Social media policies – a clear win for employers
The issue of employees’ use of social media has been brought back into focus following the Football Association’s decision to charge Ashley Cole with misconduct in relation to a Twitter comment he made about football’s governing body. Ashley Cole’s club Chelsea have also said he may face disciplinary proceedings.
The offending tweet which can be seen here was in response to an Independent FA Commission’s finding that John Terry was guilty of making abusive and insulting comments to Anton Ferdinand, which included a reference to his race, during a match between Chelsea and QPR in October 2011. In reaching their decision, the Commission called into question the evidence that had been given to it by Mr Cole.
Speaking on BBC Radio 5 Live Sport, former England player Graeme Le Saux commented that the FA must make players aware “there are consequences” for inappropriate use of social media.
The FA’s subsequent decision to charge Mr Cole with misconduct, on the basis that his comment was improper and threatened to bring the game into disrepute, emphasises the importance of having a social media policy in place to address issues of misconduct. While Ashley Cole will not be banned from playing for England following his apology to FA Chairman, David Bernstein, his own club, Chelsea, have indicated that Mr Cole will likely face repercussions because of his outburst. Chelsea’s manager, Roberto Di Matteo, stated that: “We’ve got a social media policy at the club… There’s going to be a disciplinary process – action – against the tweet and that’s how I’ll leave it.”
Ashley Cole’s heat of the moment tweet reinforces that policies are required even if employees do not use the internet and/or social media directly in the course of their job.
Without such a policy in place to establish what constitutes unacceptable on-line behaviour and the implications of failing to adhere to the policy, employers may find that the disciplinary options available to them are limited.
This is highlighted by another football-related employment tribunal case, involving Aston Villa Football Club. Mr Lerwill was employed as a football historian for Aston Villa. Mr Lerwill came across comments criticising an article alleged to have been written by him on an unofficial fan page. He then responded denying that he had written the article and made a number of inappropriate remarks. It transpired that the original criticisms of Mr Lerwill’s work had been made by Aston Villa’s own media team.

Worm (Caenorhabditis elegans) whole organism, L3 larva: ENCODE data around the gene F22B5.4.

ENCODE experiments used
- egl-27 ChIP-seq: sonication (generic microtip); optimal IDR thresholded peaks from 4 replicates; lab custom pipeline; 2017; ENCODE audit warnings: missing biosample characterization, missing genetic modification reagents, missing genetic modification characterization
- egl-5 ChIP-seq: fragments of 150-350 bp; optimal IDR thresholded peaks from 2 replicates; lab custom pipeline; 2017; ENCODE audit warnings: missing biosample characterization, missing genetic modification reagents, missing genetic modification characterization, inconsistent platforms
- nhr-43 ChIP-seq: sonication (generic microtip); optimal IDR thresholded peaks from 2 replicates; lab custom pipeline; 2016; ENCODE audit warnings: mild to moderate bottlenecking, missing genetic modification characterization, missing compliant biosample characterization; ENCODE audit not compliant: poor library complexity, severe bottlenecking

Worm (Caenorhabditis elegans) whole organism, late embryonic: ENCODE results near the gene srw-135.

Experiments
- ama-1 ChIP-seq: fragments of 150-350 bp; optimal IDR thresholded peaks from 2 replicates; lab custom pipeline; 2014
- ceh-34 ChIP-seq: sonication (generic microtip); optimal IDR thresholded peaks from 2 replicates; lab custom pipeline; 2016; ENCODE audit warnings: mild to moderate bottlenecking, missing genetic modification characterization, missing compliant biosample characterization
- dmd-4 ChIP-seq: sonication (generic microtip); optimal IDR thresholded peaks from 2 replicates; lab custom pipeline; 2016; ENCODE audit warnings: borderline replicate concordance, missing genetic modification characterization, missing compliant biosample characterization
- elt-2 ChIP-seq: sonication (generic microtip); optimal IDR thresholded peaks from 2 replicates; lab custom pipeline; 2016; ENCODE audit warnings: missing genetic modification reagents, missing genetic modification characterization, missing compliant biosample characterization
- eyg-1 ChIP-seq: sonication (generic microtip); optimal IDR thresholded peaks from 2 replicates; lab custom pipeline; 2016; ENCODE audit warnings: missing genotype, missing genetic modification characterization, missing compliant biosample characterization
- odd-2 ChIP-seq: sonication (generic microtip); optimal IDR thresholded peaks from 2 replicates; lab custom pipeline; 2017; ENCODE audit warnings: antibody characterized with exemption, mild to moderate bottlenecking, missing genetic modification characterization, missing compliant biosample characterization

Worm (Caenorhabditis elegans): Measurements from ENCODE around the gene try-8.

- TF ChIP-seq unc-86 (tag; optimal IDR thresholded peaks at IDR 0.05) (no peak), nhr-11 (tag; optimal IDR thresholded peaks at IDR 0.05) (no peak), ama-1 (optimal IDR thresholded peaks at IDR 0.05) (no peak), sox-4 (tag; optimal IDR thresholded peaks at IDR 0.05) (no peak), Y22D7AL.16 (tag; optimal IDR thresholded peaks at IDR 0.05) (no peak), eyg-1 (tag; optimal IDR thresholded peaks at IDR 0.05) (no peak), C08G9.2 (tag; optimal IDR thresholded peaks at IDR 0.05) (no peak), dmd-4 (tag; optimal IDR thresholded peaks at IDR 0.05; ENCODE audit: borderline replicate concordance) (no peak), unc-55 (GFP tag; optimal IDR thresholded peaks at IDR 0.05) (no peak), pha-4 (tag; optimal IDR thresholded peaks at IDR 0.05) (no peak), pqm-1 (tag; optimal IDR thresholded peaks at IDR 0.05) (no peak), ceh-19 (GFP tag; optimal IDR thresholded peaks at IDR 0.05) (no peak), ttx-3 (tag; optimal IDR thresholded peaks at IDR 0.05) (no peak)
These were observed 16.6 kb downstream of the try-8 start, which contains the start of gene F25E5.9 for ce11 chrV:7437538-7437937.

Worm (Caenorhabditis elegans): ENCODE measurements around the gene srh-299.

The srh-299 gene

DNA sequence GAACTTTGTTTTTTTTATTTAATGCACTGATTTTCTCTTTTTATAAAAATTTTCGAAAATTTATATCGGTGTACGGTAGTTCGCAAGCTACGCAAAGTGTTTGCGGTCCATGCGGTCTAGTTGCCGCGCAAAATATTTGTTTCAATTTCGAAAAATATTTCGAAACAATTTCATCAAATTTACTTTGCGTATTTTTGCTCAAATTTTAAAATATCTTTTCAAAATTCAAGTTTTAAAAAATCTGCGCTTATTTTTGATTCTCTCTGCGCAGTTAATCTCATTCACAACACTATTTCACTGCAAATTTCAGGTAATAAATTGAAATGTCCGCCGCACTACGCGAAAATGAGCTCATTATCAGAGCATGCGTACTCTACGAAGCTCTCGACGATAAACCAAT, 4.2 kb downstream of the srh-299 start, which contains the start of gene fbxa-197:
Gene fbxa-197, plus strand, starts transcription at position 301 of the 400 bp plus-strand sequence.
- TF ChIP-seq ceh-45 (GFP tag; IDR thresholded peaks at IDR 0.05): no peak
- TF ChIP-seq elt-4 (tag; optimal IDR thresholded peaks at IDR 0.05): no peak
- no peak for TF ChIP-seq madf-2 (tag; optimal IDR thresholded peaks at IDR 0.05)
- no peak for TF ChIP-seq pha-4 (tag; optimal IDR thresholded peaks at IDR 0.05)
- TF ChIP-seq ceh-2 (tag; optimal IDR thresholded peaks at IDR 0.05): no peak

Mr Lerwill was then dismissed for criticising his colleagues in a public on-line forum and the manner in which this reflected negatively on the Club.
In the Employment Tribunal, Mr Lerwill successfully challenged his dismissal as being unfair. The tribunal’s decision was based on the fact that the Club had not provided any guidance to Mr Lerwill that comments made on-line could lead to disciplinary proceedings, and ultimately dismissal. Accordingly, Aston Villa’s decision to dismiss was deemed to fall outwith the range of reasonable responses of a reasonable employer.
In this age where a quick tap of a smartphone can result in a public tweet or status update, employers should look at tightening up their procedures to ensure their business is protected.
It seems sensible to ensure that the appropriate use of social media (both in and outside of the workplace) and the consequences of misuse is set out in a policy and then communicated to all employees. If employees, as in Mr Lerwill’s case, have not been put on notice employers will struggle to justify any subsequent disciplinary action.